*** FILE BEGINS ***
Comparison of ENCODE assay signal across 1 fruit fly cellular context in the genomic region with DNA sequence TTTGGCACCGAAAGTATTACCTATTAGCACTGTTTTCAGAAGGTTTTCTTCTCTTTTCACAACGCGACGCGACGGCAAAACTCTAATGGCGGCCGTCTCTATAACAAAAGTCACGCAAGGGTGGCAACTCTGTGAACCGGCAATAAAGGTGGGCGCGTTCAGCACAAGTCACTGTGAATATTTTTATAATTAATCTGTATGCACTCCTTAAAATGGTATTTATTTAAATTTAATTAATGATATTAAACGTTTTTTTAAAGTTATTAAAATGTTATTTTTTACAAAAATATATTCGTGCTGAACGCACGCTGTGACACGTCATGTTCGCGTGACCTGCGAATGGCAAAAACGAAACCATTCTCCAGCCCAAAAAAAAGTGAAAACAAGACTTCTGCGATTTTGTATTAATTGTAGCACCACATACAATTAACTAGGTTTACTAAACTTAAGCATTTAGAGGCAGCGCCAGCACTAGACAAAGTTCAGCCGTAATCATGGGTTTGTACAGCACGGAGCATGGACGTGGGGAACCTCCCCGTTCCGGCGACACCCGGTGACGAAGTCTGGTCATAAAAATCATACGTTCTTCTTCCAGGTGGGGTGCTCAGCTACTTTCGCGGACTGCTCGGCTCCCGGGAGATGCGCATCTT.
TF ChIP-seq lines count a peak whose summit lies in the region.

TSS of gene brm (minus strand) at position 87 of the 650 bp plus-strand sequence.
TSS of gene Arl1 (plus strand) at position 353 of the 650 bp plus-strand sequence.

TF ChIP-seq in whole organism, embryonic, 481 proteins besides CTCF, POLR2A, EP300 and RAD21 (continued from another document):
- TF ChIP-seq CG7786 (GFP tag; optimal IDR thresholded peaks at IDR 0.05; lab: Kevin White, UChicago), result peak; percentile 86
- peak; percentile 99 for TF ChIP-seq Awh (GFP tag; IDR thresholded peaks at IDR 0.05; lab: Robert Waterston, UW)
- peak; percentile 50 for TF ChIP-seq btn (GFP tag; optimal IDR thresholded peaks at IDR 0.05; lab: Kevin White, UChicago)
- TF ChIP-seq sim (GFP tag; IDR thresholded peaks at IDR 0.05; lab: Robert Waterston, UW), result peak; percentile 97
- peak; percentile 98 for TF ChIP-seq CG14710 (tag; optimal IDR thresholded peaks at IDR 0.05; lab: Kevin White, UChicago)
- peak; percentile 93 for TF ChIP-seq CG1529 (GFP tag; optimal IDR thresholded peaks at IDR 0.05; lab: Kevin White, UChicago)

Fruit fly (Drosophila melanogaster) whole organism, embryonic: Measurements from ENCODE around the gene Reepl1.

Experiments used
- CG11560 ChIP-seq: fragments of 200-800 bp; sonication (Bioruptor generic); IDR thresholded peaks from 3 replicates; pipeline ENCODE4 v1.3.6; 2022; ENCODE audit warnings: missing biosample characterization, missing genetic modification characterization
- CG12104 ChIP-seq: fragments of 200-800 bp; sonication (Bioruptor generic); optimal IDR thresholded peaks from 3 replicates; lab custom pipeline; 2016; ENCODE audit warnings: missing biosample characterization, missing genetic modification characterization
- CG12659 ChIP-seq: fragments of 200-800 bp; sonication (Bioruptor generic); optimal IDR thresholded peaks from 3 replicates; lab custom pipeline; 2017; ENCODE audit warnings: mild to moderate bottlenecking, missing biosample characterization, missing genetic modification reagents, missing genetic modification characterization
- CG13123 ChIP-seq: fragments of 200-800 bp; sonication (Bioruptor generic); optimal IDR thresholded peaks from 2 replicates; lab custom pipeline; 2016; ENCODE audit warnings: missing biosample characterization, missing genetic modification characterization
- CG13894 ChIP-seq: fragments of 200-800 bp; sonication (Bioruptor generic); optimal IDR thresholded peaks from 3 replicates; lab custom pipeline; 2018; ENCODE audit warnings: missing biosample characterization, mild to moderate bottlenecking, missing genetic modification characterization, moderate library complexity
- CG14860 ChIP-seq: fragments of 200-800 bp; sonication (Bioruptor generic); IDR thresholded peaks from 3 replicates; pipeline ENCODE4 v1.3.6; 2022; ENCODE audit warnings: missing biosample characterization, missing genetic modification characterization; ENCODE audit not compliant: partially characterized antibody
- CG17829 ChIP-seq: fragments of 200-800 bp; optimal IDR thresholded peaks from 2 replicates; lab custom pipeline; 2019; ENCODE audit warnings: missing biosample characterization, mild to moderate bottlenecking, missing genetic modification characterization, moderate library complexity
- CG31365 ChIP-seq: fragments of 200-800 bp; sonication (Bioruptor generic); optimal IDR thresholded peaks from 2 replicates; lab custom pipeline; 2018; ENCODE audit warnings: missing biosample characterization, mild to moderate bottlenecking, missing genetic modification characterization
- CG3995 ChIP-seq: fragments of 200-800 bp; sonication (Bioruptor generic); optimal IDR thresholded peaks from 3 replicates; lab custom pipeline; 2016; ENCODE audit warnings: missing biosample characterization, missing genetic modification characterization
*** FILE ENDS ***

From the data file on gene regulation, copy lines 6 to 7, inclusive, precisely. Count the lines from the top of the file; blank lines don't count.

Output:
- TF ChIP-seq CG7786 (GFP tag; optimal IDR thresholded peaks at IDR 0.05; lab: Kevin White, UChicago), result peak; percentile 86
- peak; percentile 99 for TF ChIP-seq Awh (GFP tag; IDR thresholded peaks at IDR 0.05; lab: Robert Waterston, UW)